}else{

}

}

However, as the implementation above might not necessarily check the type for arrays, we can check for a single value string and put some array logic code in the else block. For example:

function greet(param){

if(typeof param === ‘string’){

}else{

// If param is of type array then this block of code would execute

}

}

Now it’s fine we can go with either of the aforementioned two implementations, but when we have a situation where the parameter can be single value, array, and object type, we will be in trouble.

Coming back to checking the type of an object, as mentioned previously we can use
Object.prototype.toString

if( Object.prototype.toString.call( arrayList ) === ‘[object Array]’ ) {

console.log(‘Array!’);

}

If you are using jQuery, then you can also use the jQuery isArray method:

if($.isArray(arrayList)){

console.log(‘Array’);

}else{

console.log(‘Not an array’);

}

FYI, jQuery uses Object.prototype.toString.call internally to check whether an object is an array or not.

In modern browsers, you can also use

Array.isArray(arrayList);

Array.isArray is supported by Chrome 5, Firefox 4.0, IE 9, Opera 10.5 and Safari 5

Question 8

What will be the output of the following code?

var output = (function(x){

delete x;

return x;

})(0);

console.log(output);

The output would be 0. The delete operator is used to delete properties from an object. Here x is not an object but a local variable. delete operators don’t affect local variables.

Question 9

What will be the output of the following code?

var x = 1;

var output = (function(){

delete x;

return x;

})();

console.log(output);

The output would be 1. The delete operator is used to delete the property of an object. Here x is not an object, but rather it’s the global variable of type number.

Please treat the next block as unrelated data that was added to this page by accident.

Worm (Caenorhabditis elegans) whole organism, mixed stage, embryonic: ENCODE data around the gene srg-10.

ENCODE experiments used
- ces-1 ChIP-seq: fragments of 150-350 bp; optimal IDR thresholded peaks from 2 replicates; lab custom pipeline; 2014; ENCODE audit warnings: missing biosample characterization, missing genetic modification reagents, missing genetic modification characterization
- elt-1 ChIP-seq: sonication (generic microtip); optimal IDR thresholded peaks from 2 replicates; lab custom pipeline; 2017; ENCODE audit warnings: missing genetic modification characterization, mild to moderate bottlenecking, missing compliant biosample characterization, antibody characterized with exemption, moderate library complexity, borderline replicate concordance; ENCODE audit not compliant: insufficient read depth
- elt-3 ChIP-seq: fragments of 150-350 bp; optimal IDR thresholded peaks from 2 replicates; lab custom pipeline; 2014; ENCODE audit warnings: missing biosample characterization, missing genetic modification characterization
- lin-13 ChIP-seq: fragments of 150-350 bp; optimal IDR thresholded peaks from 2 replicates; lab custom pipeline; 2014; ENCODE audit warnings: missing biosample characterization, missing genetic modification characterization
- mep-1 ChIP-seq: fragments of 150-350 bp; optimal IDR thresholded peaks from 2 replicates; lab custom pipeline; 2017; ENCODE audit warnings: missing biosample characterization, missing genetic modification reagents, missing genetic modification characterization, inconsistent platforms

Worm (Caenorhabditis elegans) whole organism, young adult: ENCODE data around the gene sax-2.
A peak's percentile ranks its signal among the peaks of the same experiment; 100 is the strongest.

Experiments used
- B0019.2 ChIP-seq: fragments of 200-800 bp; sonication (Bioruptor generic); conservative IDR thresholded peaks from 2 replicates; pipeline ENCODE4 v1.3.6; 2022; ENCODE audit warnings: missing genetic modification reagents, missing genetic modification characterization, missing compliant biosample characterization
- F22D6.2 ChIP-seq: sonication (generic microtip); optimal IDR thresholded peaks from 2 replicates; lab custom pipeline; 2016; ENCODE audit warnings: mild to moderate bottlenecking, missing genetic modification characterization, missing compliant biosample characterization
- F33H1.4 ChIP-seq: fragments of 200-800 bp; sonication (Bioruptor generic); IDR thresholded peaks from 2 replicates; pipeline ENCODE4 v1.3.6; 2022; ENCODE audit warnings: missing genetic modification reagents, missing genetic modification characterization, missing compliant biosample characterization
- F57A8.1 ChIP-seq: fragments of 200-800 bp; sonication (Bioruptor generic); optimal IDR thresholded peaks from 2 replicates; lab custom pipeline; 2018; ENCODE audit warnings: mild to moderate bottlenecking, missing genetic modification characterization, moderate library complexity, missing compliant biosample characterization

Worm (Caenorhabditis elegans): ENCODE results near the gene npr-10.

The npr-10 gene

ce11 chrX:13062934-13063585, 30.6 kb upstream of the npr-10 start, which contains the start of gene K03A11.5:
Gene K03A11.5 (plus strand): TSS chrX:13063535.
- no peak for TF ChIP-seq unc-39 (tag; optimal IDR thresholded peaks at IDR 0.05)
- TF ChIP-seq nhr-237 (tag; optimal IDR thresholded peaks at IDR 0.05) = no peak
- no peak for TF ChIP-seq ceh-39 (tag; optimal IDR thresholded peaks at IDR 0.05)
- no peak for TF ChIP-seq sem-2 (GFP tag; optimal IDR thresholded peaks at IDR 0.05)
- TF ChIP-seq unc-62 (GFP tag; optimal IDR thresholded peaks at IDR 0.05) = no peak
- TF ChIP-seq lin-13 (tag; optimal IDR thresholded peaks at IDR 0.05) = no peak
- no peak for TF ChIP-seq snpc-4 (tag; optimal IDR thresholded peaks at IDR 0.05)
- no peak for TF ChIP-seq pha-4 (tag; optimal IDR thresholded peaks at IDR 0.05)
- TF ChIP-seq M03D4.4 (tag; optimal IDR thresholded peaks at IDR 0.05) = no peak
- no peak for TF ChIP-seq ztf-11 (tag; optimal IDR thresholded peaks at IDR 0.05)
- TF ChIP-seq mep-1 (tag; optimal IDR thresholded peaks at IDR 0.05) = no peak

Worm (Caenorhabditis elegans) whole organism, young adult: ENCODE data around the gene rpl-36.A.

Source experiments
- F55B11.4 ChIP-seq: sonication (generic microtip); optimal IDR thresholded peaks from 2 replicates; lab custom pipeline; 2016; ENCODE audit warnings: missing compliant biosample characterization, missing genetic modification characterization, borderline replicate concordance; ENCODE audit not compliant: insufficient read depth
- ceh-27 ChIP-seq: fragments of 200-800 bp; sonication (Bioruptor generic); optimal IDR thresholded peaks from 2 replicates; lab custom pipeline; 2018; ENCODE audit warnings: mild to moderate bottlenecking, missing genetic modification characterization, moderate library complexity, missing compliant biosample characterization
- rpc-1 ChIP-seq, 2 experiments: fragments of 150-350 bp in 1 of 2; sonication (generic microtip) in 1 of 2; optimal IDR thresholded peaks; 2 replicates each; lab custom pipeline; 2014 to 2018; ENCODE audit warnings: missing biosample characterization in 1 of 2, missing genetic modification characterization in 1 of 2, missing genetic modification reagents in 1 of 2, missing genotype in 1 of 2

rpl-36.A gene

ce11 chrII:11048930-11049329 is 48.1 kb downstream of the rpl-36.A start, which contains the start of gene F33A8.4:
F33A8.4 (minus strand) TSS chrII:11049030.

Question 10

What will be the output of the code below?

var x = { foo : 1};

var output = (function(){

delete x.foo;

return x.foo;

})();

console.log(output);

The output would be undefined. The delete operator is used to delete the property of an object. Here, x is an object which has the property foo, and as it is a self-invoking function, we will delete the foo property from object x. After doing so, when we try to reference a deleted property foo, the result isundefined.

Question 11

What will be the output of the code below?

var Employee = {

company: ‘xyz’

}

var emp1 = Object.create(Employee);

delete emp1.company

console.log(emp1.company);

The output would be xyz. Here, emp1 object has company as its prototype property. The delete operator doesn’t delete prototype property.

emp1 object doesn’t have company as its own property. You can test it console.log(emp1.hasOwnProperty(‘company’)); //output : false. However, we can delete the company property directly from theEmployee object using delete Employee.company. Or, we can also delete the emp1 object using the __proto__property delete emp1.__proto__.company.